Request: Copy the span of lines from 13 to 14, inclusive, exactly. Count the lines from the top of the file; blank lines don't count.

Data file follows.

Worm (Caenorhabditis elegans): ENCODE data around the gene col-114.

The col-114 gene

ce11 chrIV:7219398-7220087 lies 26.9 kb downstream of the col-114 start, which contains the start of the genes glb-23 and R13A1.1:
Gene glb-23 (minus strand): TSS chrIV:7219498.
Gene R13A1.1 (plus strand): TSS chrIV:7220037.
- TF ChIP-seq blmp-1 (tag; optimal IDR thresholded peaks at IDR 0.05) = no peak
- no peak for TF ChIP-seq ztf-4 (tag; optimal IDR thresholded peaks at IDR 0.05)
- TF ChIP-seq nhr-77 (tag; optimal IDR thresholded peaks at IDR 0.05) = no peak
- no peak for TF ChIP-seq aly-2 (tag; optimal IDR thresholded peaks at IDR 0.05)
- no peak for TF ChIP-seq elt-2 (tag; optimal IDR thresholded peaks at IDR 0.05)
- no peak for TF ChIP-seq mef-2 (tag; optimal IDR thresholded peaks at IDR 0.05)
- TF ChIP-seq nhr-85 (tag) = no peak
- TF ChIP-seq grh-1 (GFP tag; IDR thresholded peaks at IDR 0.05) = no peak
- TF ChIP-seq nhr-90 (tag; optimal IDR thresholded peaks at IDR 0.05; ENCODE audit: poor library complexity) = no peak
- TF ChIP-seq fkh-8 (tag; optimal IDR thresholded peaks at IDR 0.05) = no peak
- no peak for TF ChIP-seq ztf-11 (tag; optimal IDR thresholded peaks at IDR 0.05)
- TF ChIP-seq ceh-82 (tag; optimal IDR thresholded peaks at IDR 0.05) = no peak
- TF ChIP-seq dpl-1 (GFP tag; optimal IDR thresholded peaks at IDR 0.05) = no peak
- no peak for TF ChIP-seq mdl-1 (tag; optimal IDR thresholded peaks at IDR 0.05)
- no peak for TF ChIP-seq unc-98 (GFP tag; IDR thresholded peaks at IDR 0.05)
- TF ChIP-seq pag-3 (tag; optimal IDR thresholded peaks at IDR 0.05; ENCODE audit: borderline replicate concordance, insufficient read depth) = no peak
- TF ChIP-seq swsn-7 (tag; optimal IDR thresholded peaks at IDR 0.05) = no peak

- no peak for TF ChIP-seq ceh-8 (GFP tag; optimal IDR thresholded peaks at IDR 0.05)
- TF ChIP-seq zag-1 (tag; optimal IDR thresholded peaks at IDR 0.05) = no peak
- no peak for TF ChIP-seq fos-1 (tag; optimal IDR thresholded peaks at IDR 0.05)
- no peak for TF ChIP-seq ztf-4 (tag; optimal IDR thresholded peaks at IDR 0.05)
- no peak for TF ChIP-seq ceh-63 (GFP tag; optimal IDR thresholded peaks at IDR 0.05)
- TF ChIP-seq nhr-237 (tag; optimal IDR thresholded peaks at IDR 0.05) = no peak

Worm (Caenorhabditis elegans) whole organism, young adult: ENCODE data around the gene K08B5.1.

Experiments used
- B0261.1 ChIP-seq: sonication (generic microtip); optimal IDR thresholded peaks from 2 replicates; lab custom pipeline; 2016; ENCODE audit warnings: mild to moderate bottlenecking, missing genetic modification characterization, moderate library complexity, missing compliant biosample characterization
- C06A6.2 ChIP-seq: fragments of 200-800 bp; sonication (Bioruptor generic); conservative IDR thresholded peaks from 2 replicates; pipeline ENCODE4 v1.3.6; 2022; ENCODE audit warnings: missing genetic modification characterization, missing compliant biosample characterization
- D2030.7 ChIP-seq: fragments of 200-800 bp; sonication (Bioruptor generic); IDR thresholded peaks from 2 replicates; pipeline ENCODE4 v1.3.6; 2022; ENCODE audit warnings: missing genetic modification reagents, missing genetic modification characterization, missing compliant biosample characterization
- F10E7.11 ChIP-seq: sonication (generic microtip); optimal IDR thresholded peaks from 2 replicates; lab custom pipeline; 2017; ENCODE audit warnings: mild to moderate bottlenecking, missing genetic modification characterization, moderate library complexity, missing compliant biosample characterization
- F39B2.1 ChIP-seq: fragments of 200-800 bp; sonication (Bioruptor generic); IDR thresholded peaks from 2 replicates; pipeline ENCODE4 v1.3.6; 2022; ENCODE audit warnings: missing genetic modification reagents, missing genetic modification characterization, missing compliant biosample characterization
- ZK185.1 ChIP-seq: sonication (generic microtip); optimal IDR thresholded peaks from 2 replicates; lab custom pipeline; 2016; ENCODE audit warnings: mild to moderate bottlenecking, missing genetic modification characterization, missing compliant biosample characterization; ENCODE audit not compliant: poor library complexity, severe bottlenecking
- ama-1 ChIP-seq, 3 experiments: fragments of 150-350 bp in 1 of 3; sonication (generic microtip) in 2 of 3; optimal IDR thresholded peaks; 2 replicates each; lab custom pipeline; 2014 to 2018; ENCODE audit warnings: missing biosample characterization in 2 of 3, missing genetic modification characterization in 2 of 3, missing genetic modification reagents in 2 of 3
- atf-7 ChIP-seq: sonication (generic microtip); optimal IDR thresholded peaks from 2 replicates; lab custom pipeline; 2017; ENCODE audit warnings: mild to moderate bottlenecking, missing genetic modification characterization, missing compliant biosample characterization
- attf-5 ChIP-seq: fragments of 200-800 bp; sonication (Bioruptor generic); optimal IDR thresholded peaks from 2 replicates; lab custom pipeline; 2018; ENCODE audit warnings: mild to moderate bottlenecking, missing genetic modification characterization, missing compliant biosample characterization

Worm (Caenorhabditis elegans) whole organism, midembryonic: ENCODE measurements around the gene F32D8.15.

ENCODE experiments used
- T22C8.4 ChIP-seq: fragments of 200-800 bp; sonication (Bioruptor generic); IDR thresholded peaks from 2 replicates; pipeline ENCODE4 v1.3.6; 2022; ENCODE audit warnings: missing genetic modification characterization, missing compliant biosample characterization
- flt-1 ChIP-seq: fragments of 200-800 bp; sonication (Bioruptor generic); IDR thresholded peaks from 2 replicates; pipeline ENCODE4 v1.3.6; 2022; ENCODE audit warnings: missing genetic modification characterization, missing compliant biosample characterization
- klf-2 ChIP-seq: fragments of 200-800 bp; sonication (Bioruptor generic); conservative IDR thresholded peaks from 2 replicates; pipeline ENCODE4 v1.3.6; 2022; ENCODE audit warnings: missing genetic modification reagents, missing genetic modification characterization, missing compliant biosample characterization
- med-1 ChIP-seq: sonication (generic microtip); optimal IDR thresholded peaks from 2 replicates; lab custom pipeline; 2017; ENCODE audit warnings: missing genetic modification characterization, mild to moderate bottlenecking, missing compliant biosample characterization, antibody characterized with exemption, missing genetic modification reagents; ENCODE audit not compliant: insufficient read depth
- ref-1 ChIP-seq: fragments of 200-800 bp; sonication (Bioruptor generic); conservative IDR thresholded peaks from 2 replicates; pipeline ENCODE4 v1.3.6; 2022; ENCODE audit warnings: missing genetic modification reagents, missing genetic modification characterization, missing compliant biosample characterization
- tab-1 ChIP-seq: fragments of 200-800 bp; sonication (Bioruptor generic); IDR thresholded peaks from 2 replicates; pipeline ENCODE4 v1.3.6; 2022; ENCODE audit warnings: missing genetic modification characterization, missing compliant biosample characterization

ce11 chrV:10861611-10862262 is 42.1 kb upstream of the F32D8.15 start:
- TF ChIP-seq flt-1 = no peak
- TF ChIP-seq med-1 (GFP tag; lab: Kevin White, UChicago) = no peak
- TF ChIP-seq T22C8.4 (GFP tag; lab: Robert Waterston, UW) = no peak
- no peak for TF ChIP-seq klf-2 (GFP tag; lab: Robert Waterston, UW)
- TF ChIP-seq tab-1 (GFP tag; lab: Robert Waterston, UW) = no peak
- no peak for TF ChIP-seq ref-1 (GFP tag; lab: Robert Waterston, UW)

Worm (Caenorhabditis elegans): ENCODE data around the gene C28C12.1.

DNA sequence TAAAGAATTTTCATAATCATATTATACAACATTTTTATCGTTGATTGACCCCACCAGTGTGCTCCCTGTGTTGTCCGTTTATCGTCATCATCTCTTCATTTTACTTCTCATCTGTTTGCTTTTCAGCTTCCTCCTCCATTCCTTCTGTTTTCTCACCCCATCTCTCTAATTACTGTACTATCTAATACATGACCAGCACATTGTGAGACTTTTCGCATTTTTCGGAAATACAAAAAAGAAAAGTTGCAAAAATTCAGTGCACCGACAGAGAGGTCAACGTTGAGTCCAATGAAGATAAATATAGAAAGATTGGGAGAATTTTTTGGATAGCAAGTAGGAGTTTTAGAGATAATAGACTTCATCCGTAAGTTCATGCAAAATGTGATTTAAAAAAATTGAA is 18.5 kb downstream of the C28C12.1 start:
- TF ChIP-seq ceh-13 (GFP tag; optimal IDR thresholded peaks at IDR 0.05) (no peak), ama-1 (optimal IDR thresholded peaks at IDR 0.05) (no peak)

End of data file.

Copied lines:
- TF ChIP-seq grh-1 (GFP tag; IDR thresholded peaks at IDR 0.05) = no peak
- TF ChIP-seq nhr-90 (tag; optimal IDR thresholded peaks at IDR 0.05; ENCODE audit: poor library complexity) = no peak